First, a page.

Well, it’s not an end all, but for some horses, it can really make a difference. Some people swear by mixing in apple cider vinegar in the horses drinking water troth. I’ve never seen it make a difference at all, but the feed supplements specifically formulated to keep flies away can really help.
        It just depends on the horse.
        The one I have used definitely has a very distinctive garlic smell…
        Not really what I like to feed a horse, but if they’re getting huge sores on their belly from relentless biting flies, well, then it’s worth it 🙂

        Hope all goes well!

  2. Bigger On The Inside says:

    Ha! I love the look on his face in the photo. It says “I’m busted, but I’m not sorry!”

    Re fly sprays, one of the horses in the school where I ride has the same problem. They feed her wild garlic chips, which seem to keep the flies away a bit, and also use a herbal spray of some kind. If I remember, I’ll ask the name of it for you.

    I know somebody else who swears by feeding her horses marmite. If you decide to try and get Drifter to eat marmite, I definitely want to see a photo!

    • Sparrowgrass says:

      “Busted but not sorry” is something he has expressed more and more lately! I am now interested in the idea of trying him on marmite. I wonder if it will be anything like his face when I tried offering him bananas. He did not want banana anywhere near him let alone eating any!

  3. Liz Dexter says:

    Ooh naughty boy! But that’s actually pretty funny and cool, too …

  4. Liz Dexter says:

    By the way, talking of headcollars, I went riding in Iceland last week – the bridles there consist of the bit, attached to reins and ONE loop of leather which goes round behind their ears. No noseband. No browband. No cheek strap. And if you have a horse with a small head and a wilful temperament, however fuzzy its mane, the bit round the ears WILL slip down their neck and make you feel very worried / have to bend forward and try to hoick it up. Argh!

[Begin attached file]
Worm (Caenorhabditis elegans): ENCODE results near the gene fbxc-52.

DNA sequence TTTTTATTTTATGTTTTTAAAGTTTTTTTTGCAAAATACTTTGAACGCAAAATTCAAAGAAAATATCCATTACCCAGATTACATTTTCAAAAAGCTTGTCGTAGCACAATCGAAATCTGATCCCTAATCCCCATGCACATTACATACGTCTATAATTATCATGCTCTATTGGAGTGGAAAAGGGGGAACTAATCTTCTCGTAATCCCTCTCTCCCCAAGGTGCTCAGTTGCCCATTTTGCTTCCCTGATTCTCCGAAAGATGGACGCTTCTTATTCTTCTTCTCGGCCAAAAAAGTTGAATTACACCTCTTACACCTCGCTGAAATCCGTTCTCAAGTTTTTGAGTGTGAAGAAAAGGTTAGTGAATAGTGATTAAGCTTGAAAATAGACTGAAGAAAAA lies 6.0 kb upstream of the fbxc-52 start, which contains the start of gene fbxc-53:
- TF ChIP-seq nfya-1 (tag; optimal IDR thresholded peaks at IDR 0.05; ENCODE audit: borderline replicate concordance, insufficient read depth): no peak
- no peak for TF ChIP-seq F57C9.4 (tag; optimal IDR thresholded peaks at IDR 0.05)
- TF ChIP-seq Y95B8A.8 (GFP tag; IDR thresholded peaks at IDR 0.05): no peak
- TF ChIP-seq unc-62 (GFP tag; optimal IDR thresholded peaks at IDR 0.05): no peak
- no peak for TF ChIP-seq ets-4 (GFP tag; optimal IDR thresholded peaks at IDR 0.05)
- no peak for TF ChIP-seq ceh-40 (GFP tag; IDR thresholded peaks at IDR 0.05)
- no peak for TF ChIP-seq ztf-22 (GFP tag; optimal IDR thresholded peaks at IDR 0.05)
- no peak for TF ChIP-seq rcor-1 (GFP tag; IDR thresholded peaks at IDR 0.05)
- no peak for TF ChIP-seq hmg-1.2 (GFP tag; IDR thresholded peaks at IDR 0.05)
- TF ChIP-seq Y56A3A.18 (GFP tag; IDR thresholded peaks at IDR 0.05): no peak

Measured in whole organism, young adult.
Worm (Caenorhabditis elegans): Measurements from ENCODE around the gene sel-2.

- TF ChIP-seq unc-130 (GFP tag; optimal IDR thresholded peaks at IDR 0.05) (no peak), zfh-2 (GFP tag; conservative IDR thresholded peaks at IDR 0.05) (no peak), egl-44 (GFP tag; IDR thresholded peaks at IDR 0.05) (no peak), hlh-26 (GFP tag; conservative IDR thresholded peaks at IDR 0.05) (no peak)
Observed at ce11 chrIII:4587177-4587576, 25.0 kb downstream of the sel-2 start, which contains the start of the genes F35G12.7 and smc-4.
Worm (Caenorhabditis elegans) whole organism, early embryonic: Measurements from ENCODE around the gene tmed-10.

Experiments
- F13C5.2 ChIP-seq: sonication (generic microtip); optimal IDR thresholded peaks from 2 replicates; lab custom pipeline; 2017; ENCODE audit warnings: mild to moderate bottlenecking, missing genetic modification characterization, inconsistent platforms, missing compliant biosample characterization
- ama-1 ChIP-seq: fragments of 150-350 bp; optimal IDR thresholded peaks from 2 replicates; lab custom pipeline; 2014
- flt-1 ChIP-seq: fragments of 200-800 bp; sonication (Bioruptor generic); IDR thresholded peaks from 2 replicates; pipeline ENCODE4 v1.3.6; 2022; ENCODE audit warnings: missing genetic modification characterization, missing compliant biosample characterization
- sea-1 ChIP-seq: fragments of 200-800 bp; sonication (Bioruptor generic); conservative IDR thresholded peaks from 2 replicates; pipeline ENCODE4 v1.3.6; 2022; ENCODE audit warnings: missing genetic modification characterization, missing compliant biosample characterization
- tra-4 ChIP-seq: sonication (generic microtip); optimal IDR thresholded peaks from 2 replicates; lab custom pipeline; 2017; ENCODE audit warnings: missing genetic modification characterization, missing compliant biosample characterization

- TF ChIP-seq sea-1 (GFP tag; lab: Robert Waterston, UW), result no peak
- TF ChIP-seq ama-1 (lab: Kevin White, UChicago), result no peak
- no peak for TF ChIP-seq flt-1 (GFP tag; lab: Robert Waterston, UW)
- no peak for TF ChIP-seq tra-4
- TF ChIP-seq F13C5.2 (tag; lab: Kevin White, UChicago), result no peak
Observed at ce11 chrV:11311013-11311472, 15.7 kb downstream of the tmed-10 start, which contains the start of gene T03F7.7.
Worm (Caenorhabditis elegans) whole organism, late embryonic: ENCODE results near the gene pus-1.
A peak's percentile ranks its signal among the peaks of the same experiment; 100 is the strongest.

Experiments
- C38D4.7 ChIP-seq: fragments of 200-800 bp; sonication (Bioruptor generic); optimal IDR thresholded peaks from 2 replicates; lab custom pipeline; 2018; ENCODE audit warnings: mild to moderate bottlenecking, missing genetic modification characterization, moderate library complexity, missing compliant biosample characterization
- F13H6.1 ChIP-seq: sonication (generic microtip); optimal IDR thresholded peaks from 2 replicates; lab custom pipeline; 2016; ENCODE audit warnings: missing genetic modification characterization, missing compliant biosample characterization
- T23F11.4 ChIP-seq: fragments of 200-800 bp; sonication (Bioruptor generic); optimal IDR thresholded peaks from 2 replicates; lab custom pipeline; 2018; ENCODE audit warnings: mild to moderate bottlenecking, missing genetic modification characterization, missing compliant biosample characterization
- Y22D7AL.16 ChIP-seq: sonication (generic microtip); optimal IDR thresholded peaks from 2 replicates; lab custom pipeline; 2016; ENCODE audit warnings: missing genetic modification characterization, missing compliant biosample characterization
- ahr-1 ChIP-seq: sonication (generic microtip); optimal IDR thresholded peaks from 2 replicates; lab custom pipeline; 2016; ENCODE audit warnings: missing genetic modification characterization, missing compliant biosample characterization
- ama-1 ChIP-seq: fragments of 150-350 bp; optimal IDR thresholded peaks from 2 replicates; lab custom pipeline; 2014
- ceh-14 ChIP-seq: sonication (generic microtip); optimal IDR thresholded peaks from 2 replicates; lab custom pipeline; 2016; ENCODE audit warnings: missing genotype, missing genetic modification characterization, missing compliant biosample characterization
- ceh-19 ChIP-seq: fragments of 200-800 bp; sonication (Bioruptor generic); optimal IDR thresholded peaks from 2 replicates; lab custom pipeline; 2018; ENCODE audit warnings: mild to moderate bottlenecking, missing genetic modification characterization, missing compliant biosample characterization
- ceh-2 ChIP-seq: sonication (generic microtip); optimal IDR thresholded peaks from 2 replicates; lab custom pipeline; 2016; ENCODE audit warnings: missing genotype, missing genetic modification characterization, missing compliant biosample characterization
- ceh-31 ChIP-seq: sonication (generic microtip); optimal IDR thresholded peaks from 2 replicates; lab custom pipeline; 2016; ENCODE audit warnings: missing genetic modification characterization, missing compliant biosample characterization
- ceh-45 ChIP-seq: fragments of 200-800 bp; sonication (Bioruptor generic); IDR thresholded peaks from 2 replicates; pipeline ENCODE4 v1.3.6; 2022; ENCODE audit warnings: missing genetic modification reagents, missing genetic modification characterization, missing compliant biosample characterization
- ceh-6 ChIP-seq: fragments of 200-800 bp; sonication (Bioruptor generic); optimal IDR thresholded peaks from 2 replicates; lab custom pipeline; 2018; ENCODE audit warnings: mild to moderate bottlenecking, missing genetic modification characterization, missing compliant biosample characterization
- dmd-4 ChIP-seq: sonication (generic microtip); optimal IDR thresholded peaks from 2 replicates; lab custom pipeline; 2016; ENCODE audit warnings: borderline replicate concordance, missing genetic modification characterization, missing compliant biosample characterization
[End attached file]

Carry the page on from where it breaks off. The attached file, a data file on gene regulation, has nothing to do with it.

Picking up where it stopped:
• Sparrowgrass says:

      I do like that minimalism, compared to the overuse of tight nose-bands and flashes and the lack of care on whether the brow band is too small that seems so common, sadly. That said, when I rode D’s without a noseband because it was being resized he used the extra freedom to take the mickey out of me, so I’m not going that minimalist myself 🙂

      • Liz Dexter says:

        It’s a bit unnerving on an unfamiliar horse; I couldn’t work out whether it meant we were pulling at their poor mouths more or less. Well, obviously I wasn’t pulling at her mouth, but there were some complete novices there who were doing all kinds of things …

      • Sparrowgrass says:

        I suspect it wouldn’t affect it much, if at all. None of the “missing” parts would connect to the bit or reins so I can’t see that they’d do much in this context. And the horse would probably be wierded out by a more fiddly bridle if this is what they’re used to. I wouldn’t worry about it 🙂

  5. neilirving says:

    For fly spray we use diluted TCP, seems to work well and makes them smell nice to lol